One-half of the piece-mould is placed on the table, that is to say, one of the copes, with all its pieces, and the mould is wetted with water in order to prevent the wax from adhering to it; the workman then, with his thumb, presses wax into all the hollows of the mould: this is an operation of considerable delicacy. The wax, which must be very pure and malleable, is affected by the weather, working more easily in summer than in winter; the most suitable quality for average temperature is composed of 1 lb. of yellow wax, 6.2 lb. of mutton fat, 0.1 lb. of white pitch, melted together and coloured a deep red with alkanet. The wax pressed into the mould should be 1/12 in. thick. When all the hollows of the first cope have had wax of the requisite thickness pressed into them, the same process is applied to the second cope; the two copes, on being united, form a complete mould; they are then tied together with strong cords, and the joints of the copes are smeared with clay so that the mould should be watertight. In the meantime another description of wax of harder consistency, composed of 1 lb. of yellow wax, 1 lb. of resin, and 1/4 lb. of Venetian turpentine, has been melted in a cauldron and allowed to stand on the fire until the froth has subsided.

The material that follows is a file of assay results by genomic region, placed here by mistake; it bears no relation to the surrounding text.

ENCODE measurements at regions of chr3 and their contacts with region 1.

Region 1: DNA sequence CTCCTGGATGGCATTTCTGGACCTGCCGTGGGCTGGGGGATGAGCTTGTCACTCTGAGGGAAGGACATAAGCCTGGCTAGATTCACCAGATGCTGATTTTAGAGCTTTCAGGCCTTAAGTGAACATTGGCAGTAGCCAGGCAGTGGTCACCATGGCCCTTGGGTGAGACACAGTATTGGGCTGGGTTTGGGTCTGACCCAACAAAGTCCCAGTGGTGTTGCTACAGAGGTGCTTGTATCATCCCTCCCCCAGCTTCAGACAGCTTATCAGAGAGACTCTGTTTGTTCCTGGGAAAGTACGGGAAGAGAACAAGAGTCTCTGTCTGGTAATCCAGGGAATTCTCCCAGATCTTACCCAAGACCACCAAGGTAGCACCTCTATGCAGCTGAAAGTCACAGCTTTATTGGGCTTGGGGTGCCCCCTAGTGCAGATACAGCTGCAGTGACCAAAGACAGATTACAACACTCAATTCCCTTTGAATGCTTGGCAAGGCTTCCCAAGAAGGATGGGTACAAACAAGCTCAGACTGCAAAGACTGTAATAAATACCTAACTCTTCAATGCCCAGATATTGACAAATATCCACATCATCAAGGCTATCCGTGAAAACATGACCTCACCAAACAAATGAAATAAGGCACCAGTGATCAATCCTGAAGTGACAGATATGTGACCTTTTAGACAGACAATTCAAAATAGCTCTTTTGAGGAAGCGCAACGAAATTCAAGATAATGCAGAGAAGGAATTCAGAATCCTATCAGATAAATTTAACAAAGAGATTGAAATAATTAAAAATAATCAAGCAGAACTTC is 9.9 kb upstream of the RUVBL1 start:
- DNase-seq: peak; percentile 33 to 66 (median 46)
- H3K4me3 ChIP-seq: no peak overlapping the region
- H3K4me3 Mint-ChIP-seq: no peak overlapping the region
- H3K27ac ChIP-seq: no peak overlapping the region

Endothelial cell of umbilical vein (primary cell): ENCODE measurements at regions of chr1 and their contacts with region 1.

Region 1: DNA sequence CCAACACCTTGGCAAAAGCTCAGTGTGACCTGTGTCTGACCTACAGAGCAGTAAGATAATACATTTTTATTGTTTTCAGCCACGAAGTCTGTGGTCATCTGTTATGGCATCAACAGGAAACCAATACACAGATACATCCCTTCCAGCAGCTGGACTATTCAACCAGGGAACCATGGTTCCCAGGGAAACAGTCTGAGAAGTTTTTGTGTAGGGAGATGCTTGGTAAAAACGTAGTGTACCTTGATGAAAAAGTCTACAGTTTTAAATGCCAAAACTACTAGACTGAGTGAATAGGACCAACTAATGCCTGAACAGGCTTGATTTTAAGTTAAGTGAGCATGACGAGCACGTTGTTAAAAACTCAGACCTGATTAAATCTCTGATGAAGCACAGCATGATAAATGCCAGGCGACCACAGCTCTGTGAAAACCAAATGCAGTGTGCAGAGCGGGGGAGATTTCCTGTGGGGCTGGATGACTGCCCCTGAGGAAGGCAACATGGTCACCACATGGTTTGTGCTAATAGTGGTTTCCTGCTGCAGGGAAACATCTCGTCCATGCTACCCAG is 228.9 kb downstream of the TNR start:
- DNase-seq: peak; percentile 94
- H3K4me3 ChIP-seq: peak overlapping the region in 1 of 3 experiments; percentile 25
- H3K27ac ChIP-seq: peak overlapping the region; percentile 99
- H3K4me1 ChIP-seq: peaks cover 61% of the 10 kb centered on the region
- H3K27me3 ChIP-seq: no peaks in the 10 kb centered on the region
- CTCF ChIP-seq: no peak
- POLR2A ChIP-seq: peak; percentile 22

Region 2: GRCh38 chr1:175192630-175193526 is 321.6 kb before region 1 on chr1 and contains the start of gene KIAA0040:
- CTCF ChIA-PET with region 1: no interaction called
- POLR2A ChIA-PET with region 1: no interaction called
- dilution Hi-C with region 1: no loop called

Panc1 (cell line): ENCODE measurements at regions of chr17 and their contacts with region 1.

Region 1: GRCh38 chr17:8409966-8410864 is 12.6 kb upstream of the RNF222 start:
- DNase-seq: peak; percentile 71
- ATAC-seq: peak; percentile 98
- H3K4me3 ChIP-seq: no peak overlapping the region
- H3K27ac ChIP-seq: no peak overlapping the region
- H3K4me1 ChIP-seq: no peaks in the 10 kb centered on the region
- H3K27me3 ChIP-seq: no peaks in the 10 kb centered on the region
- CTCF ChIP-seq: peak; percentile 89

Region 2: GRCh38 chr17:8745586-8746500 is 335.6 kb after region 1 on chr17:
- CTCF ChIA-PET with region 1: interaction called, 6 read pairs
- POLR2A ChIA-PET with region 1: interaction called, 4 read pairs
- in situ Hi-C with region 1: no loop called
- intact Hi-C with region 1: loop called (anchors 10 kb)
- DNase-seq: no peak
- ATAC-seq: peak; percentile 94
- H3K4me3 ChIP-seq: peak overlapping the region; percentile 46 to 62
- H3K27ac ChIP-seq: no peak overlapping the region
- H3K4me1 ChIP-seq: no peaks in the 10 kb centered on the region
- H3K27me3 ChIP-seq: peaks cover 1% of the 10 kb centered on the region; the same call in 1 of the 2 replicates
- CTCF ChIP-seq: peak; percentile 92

The wax, being ready, is left to cool to 140° or 158° F. (60° or 70° C), when it is poured into the mould, which it fills, and is allowed to remain there for 40 seconds; the liquid wax is then poured out of the mould into a bucket prepared to receive it. On examining the interior it will be found that the soft wax which was pressed into the mould has received throughout a coating of strong wax 1/8 to 1/6 in. in thickness, making an entire thickness of about 1/4 in., which will be the thickness of the bronze when cast.